Friday, April 26, 2013

To Be A Better Person, I Passed By A Fallen Cyclist

At some point this week, it might have been Tuesday or Wednesday, I drove by what appeared to be a car-bicycle accident.
Hmmm..That sentence alone conjures up several tangent threads given my current A.D.D. state: why I have no idea what day it was; driving the truck instead of the convertible or bike; the fact that I was driving at all in the middle of the day; rants on a self-absorbed populous.
But I digress..
I was on a 4 lane side road. And yes, that does, in fact, mean two lanes in either direction. In this area they are quite commonly called "side roads". Not to be confused with side roads of the dirt nature - or just plain of nature, found where regular folk live beyond the entitlements of urbanites.
Oops. Again, I digress...
As I approached the scene, a white-haired man in a blue short-sleeved polo shirt, long-ish oatmeal colored cargo shorts, white crew socks and sneakers was sitting in the road just prior to the intersection of a street perpendicular to the one I was on. He was in the center of the right turn lane propping himself up on one arm while his bicycle lay between his feet. He looked like you would envision someone's grandfather looking like. About five feet back up the street, away from the intersection, was the car. The driver, a young smartly dressed asian man, was getting out of his (BMW? Audi? I forget now..) car. In the time it took me to pass (keep in mind the traffic nightmare that exists nearly all of the time here) the older man made one, then a second and obviously painful attempt to stand up. As he righted himself, the young driver reached his side with his hand tentatively extended in a gesture of help that was refused and the young man took a half step back. They seemed to stand there looking at each other for a slow second, then the older man turned, picked up his bicycle and turned it upside down where he stood, which was still in the middle of the right turn lane, and began inspecting it. The young man, now facing the older man's back, turned back to his car while dialing on his cell and holding it to his ear.
End of my visual.
My first thoughts were reactionary: "Is he badly hurt? What could I even do other than keep them safe from other traffic? I wish Melissa was here, she would know exactly how to figure out if he's hurt and what to do." to then thinking "He's up, seems okay. Are they gonna get ugly with each other? Should I stop? Would I help or just make a bad situation worse?" to finally "Staying there they are backing up that turn lane and causing more frustration to others trying to get by.Why didn't they move to the curb (bike to sidewalk) to get to safer ground? Is it just a shock-induced lack of judgement? Is it arrogance?"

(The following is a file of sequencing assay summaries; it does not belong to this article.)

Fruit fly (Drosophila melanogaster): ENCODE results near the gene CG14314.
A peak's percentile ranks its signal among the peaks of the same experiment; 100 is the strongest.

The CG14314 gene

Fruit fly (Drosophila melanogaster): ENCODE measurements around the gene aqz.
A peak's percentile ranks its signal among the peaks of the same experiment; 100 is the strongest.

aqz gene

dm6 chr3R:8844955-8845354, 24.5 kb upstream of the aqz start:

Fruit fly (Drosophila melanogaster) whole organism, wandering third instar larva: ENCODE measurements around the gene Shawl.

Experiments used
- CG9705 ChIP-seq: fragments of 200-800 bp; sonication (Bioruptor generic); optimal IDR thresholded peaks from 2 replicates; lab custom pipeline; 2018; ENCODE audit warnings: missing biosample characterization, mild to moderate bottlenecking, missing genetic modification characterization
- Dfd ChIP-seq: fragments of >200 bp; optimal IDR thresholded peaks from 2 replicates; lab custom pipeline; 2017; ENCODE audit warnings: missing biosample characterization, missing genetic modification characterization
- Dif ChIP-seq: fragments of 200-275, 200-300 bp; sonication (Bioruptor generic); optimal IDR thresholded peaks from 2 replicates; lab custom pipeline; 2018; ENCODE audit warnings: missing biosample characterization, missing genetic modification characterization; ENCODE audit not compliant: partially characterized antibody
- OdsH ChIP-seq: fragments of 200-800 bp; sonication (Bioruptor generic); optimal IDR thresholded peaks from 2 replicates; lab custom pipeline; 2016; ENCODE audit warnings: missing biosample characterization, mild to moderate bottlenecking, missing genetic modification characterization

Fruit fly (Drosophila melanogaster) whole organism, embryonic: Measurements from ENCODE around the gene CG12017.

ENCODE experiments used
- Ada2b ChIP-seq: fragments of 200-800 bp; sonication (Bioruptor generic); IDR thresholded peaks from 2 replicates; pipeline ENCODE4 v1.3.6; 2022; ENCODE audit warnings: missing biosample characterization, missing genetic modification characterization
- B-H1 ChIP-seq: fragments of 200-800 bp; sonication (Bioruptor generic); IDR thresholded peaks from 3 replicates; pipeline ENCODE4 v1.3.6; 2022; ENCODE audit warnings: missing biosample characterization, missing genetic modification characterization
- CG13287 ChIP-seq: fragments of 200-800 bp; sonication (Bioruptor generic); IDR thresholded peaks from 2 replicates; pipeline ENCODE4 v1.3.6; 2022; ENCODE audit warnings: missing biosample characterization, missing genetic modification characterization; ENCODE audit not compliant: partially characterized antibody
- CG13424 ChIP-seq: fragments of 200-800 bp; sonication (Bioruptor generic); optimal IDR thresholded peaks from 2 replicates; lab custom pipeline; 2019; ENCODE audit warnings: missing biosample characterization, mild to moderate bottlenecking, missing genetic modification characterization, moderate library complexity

And then I was beyond the intersection with all of the other passers-by who also didn't stop to offer/inquire about help. Or add to an already embarrassing and possibly contentious situation by trying to "help" when no help was wanted nor needed. For me, it was over.
Or so I thought.
It's been in my head ever since. I constantly struggle with that "MUST HELP OTHERS" tsunami that explodes whenever I encounter someone in distress. It's been one hell of an effort these last few years to tame that beast and push it back into an acceptably sized box. More than once throughout the course of my life it was responsible for getting me into undesirable situations before I realized what I had done. There are people in my life that are reading this right now that are probably nodding vigorously. (smile) I know, I know.. But it made for interesting stories, right?
Being controlling can come in many forms. When I force "help" on someone who has not asked for help, I'm basically robbing them of the chance to help themselves. If this is a weakness they already have, I enable it. I might as well come out and say "I don't think you have the means to help yourself so I'm going to do it for you" That can lead to unhealthy dependencies and resentments. Rarely does it lead to betterment. Since I typically mean well, that's the exact opposite of my intentions. It's taken a long time to not feel really guilty trying to put this into practice. But on this day, I passed by a fallen bicyclist to support a better me.
Ohhhh the irony!!

Look, I'm a Gemini - we play head games with ourselves.
It's what we do.

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